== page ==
Of central importance is the continuous disclosure regime established under the Listing Rules.  Once listed, a company is obliged to notify ASX immediately of any information that a reasonable person would expect to have a material effect on the price or value of the company’s securities. 

A company seeking general admission must satisfy certain criteria before it can be granted official listing on ASX. The main criteria are set out below:



Profit test or assets test

The company must satisfy either the profit test or the assets test (see Profit test or assets test for more details).

Main class of securities

The company must apply for, and be granted, permission for quotation of all securities in the main class of the company’s securities (generally ordinary shares) however, different classes of securities, such as shares with preferential rights to dividends are permitted.


The company must have a constitution that is consistent with the Listing Rules, as well as the law governing corporations resident in the jurisdiction of the company’s incorporation or registration.

Appropriate structure and operations

In determining whether the company’s structure and operations are appropriate for a listed entity, ASX may have regard to whether the principles on which the Listing Rules are based have been and will be complied with. As noted above, prior lodgment of an In-principle Suitability Application can provide a company with a level of certainty that it may have an appropriate structure and operations to warrant listing on ASX.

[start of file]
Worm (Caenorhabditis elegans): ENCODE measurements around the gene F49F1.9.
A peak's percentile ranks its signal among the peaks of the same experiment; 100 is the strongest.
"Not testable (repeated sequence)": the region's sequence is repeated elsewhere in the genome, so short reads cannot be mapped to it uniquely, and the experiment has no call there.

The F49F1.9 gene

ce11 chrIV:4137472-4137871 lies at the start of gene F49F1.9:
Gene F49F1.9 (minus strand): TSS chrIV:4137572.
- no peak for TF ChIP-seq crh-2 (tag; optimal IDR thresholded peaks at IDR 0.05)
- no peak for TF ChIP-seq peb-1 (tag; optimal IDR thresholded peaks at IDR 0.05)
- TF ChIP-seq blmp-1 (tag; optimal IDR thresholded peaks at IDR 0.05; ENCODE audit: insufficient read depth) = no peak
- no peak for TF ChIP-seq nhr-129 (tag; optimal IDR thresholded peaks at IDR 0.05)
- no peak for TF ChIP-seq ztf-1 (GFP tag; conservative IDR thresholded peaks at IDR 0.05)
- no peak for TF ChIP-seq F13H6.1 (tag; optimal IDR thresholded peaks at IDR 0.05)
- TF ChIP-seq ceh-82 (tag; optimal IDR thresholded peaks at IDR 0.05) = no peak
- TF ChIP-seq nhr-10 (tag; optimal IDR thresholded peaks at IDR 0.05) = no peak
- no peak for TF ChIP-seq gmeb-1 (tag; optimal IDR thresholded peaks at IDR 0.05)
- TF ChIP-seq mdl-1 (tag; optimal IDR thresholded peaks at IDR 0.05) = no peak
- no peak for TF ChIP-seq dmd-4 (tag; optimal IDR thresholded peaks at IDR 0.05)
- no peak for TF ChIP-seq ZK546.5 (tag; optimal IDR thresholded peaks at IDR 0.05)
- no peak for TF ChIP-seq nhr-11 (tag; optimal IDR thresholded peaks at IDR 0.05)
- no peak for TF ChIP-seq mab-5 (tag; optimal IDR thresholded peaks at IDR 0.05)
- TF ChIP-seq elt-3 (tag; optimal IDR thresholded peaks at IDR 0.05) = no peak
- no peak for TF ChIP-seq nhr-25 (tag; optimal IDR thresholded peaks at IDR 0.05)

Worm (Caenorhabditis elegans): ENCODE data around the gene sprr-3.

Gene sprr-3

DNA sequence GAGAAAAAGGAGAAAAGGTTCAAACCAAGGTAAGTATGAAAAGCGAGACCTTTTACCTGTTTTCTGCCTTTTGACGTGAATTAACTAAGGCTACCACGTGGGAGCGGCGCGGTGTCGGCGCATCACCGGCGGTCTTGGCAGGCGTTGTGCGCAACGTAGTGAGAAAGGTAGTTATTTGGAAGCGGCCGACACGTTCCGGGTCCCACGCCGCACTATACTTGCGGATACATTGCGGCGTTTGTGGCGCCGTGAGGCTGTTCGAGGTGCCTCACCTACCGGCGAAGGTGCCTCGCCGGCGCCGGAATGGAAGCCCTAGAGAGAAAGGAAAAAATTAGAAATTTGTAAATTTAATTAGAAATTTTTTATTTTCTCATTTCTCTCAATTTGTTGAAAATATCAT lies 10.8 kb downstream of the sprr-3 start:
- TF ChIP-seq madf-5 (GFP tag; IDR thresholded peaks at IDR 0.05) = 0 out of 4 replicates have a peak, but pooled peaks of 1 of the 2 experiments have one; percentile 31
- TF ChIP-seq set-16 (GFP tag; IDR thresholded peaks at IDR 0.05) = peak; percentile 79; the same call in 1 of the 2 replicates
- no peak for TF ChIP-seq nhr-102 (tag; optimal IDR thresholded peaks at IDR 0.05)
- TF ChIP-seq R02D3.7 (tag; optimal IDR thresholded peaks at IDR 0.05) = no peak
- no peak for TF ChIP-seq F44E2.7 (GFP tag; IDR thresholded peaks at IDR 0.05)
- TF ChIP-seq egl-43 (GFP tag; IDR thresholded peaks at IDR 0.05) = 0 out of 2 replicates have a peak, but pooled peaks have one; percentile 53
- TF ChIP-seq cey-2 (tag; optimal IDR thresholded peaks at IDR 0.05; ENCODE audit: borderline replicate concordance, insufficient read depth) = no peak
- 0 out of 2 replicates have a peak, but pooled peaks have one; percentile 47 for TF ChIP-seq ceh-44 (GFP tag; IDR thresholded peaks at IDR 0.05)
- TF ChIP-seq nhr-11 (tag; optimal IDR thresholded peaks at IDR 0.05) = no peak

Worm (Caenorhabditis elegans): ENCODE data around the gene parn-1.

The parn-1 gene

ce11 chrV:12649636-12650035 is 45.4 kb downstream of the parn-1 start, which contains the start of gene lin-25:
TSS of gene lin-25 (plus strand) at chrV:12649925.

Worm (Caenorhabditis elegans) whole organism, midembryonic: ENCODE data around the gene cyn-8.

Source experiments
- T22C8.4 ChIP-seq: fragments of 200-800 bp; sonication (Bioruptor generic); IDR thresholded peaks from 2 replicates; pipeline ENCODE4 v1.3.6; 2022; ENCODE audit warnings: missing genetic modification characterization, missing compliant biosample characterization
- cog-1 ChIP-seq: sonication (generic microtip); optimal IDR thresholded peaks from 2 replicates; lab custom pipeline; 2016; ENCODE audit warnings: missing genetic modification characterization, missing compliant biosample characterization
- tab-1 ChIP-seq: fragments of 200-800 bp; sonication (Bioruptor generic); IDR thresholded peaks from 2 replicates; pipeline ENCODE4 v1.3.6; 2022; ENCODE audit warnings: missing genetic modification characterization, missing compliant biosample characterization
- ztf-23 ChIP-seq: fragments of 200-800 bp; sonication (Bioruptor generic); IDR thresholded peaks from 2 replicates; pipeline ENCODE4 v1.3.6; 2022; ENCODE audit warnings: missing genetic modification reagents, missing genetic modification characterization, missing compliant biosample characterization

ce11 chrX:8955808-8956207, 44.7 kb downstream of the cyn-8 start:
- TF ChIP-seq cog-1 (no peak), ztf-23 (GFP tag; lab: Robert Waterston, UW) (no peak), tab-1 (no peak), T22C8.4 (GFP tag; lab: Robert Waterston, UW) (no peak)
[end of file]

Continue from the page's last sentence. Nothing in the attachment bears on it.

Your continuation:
ASX must be satisfied that the company will comply with the Listing Rules.

Good fame and character

ASX must be satisfied that each director or proposed director, CEO or proposed CEO, and CFO or proposed CFO (together, relevant officers) of the company as at the date of listing is of good fame and character.  This is to be satisfied by obtaining national criminal history and personal insolvency searches for each jurisdiction that each relevant officer (under their current name and any other name or alias) has resided in over the past 10 years, accompanied by statutory declarations. ASX may also have regard to any other information in its possession about a relevant officer from any source (including its prior dealings (if any) with the relevant officer in any capacity).

ASX may also require ‘good fame and character’ checks from people who are not currently, or proposed to be, relevant officers of the company but who are likely to be involved in its management.


The company must issue a prospectus (or, if the company does not need to raise capital in the short-term and is undertaking a compliance listing, with ASX’s agreement, an information memorandum which has distinct information requirements), lodge the prospectus with ASIC and give it to ASX.

Issue price

The issue price per share must be at least $0.20.

Free Float

The company must have a 20% minimum “free float” (being the percentage of the company’s shares that are not subject to mandatory or voluntary escrow, and are held by “non-affiliated security holders”).